Advertisements

Buying Elections

As the dust begins to settle on the failed attempts by the Democrats to recall Scott Walker in Wisconsin, it behooves any blogger worth his salt to utter an opinion or two. So here goes. I was asked by a friend if I was surprised by Walker’s win and had to answer that I honestly was not. In many ways it was predictable.

The Republicans are still crowing — if you’re quiet you can hear them. And the Democrats are acting a bit like a Christian Scientist with appendicitis [thank you, Tom Lehrer]. But the fact remains that the Republicans outspent the Democrats 8 to 1 with the Koch machine cranking out most of an estimated $45 million to keep Walker in office and send a message to the Democrats that America really does love its pocketbook above all else. The Hell with teachers and nurses!

The Koch brothers are a big part of what is wrong with this country. Rumors have it that they plan to spend $400 million of their hard-earned money to get Obama out of the White House and keep control of the Congress. They might succeed, of course, because as we all know money talks and after the Citizens United decision the amount of money that will be spent on the upcoming elections could buy a small country — or a large one that’s deep in debt. After all, the family oil business the Koch brothers own rakes in an estimated $100 billion a year! The sky’s the limit!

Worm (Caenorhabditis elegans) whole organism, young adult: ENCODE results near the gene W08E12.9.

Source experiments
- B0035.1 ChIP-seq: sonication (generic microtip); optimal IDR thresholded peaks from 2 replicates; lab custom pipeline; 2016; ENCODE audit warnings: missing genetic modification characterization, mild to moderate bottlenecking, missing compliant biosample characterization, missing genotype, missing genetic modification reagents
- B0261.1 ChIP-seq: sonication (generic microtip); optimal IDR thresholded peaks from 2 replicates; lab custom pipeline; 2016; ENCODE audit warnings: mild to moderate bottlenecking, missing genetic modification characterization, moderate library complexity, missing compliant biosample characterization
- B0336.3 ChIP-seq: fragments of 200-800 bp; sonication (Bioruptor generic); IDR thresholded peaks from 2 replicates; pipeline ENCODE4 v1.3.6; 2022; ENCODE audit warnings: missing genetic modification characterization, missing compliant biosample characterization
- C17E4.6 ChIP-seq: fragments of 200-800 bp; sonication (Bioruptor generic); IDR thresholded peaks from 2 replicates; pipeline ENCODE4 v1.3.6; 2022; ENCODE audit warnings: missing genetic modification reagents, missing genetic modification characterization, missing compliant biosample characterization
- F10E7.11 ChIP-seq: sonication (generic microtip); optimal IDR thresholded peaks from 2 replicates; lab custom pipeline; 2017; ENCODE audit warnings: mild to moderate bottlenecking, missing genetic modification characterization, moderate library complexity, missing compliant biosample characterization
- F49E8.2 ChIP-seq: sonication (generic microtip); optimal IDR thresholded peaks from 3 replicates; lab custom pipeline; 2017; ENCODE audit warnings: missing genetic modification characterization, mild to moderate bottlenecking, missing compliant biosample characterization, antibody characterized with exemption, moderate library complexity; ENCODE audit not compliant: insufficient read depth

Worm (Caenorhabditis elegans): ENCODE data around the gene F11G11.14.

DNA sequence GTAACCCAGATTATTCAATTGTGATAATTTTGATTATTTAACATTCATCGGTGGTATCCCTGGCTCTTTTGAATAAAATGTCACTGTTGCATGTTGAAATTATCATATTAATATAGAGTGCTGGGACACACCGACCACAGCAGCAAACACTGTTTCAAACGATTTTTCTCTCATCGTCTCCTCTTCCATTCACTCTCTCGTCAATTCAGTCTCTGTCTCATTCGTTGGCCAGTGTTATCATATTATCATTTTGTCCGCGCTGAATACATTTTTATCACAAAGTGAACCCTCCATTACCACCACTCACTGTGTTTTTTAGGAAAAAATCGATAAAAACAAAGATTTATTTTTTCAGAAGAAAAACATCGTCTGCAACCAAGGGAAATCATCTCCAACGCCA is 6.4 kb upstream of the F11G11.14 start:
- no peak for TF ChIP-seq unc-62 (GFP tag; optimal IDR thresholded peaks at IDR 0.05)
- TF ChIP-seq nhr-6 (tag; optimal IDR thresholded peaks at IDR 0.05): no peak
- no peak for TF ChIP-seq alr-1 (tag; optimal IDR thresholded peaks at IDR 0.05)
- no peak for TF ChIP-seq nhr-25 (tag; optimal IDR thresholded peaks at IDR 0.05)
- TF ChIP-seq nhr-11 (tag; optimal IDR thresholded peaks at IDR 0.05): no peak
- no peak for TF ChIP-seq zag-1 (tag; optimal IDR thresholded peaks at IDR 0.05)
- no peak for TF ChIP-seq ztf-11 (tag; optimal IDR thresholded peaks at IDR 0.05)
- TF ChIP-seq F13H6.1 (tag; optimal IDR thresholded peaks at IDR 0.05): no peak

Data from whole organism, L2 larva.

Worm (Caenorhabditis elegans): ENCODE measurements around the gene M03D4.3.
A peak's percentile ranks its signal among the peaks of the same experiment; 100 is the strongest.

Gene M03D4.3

But note the irony in the fact that people like the Koch brothers will spend millions of dollars to buy politicians who will guarantee that they get to keep most if not all of their wealth in the future. I dare say they see it as an investment. Some of the wealthy 1%, I understand, even buy politicians on both sides of the political aisle. That way they can’t lose.

The interesting question is what on earth the founders would say about the turn of events. So let’s speculate. There are a number of myths rising from the “spiritually certain” about the religious preferences of the founders, insisting that they were all devout Christians. In fact there were some Christians within the group, but most were deists who didn’t attend church or believe in the efficacy of prayer. And they certainly did not want the church (any church) interfering in politics. They knew and hated England which had a state church and they saw the same sort of influence in France and Italy where the Catholic Church was all-powerful. They knew they didn’t want any of that. The recent tie-in between the political right-wing and the spiritually certain would have been bothersome to the founders.